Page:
The two houses by Ernst Lichtblau, who had studied at the Akademie der bildenden Künste in Vienna under Otto Wagner, show plain, cubic forms with deep-set windows. The façades derive their rhythm from the various fenestration types, whilst no. 42 is also striking for its shallow, two-storey projection on the street side. The exterior was originally painted in a pale, light green with white windows and doors – a combination that was chosen by László Gábor, who was responsible for the colour scheme of the entire estate.
The two houses, which offer living spaces of 73 and 82 m², have different layouts on their ground floors. No. 41 is entered through a front garden that is equipped with a wooden pergola. Unlike Lichtblau’s other house and, indeed, most houses on the Vienna Werkbund Estate, it features a Wohnküche, a kitchen-cum-living-room. This form had been typical of council flats in Vienna until 1926–27, when it was succeeded by an arrangement combining a small ‘cooking’ kitchen with a normal living room. The Wohnküche in no. 41 is divided from the adjoining living room by a glazed sliding door, which serves to improve the kitchen’s lighting and to enhance its integration with the rest of the house. No. 42 has sideways access via a door in the garden. With its living room running across the building and its centrally placed, open staircase, this house also shows an unusual spatial layout. The central position of the staircase allows the living room to play a distributing role, but also serves to divide the space into two distinct areas (separated by a curtain). Somewhat less advantageous is the living room’s orientation towards the street; in the first plans, it was even envisaged that this relatively large space would be lit solely by the bay window. Both of Lichtblau’s houses see the functional areas for living and sleeping assigned to separate stories, with the upper storey comprising a larger and two smaller bedrooms, along with a bathroom. The connection with the garden is established by means of steps from the kitchen in no. 41, whilst this function is fulfilled by the main entrance of no. 42.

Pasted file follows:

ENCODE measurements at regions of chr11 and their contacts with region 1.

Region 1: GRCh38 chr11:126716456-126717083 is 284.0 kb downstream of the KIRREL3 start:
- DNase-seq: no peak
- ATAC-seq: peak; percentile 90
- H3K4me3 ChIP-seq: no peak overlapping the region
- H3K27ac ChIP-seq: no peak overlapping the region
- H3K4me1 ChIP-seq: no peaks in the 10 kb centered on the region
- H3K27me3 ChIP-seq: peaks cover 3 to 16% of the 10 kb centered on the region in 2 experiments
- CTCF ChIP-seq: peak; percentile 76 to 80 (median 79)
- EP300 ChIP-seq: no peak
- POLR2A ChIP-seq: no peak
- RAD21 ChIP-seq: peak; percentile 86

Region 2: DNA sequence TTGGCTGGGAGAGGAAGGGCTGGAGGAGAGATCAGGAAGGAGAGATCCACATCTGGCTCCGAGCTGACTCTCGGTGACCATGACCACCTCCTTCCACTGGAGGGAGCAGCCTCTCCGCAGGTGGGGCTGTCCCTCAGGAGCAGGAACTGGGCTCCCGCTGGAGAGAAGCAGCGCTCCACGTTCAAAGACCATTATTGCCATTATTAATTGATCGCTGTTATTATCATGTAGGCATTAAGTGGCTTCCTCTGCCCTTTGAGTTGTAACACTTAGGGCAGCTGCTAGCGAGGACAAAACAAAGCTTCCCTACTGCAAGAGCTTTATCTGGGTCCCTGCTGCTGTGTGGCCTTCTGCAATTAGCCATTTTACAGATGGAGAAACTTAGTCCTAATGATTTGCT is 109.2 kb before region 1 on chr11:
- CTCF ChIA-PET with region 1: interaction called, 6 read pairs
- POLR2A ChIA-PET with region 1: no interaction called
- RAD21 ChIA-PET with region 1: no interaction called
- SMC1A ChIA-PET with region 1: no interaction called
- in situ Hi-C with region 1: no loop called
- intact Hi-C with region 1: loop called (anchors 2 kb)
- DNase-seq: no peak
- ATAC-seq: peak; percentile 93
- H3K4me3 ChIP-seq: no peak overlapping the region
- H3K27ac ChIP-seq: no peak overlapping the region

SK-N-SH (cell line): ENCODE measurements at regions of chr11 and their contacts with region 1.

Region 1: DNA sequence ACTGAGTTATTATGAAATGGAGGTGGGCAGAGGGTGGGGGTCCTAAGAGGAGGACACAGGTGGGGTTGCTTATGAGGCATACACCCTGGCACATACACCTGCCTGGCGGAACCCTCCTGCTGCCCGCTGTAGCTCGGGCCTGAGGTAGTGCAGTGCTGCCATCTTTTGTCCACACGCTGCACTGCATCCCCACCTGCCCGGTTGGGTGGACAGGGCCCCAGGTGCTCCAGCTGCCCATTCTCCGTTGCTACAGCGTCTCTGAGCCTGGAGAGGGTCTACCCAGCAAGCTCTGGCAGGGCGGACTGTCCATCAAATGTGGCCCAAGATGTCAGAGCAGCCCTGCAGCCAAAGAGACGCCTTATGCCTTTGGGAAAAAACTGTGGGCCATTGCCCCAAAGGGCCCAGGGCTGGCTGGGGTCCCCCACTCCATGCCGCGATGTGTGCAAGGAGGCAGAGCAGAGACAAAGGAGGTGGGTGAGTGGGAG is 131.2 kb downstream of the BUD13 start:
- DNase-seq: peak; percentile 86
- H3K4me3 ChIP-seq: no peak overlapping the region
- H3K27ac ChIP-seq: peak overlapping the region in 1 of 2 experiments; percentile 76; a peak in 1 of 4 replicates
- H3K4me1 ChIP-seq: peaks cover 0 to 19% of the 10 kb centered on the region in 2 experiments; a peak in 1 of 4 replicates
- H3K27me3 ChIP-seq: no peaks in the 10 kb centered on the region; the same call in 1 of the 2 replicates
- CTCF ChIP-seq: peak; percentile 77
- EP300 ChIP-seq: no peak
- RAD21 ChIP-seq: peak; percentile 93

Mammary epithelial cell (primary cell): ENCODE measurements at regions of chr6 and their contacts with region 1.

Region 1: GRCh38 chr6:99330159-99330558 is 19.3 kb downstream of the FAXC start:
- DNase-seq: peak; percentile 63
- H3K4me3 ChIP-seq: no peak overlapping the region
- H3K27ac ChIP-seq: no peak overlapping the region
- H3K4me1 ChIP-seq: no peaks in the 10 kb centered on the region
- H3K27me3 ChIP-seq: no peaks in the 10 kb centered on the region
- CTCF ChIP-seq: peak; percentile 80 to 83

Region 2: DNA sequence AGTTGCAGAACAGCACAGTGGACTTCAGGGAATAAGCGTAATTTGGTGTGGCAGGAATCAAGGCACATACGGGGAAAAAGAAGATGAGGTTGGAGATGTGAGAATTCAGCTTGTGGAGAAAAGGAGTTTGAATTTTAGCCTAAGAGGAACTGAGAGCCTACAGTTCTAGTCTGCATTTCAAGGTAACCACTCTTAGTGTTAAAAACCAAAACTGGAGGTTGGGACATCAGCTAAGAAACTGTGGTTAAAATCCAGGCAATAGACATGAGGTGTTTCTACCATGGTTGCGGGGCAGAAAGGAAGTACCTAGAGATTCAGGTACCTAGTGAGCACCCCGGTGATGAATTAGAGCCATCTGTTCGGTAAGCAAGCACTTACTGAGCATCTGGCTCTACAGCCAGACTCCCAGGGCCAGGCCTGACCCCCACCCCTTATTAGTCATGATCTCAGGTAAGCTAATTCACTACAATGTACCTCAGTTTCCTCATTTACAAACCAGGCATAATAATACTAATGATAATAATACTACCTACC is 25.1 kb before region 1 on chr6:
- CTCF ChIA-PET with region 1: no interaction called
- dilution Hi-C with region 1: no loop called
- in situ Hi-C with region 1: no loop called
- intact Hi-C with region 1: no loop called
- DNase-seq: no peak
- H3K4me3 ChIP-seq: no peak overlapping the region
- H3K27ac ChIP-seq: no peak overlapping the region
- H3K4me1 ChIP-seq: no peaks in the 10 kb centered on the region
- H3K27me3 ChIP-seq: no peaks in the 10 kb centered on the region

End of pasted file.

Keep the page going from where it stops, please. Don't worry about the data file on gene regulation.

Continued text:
Along with the furnishings of his own houses at the Werkbund Estate, Ernst Lichtblau was also responsible for the interiors of the buildings by Hugo Häring (house no. 2), Eugen Wachberger (no. 22), and Arthur Grünberger (no. 63). His position as director of the Advice Bureau for Interior Design (BEST), founded in 1929 and based in the Karl-Marx-Hof, made Lichtblau one of the most influential figures in Viennese interior design of the inter-war period.
Text: Anna Stuhlpfarrer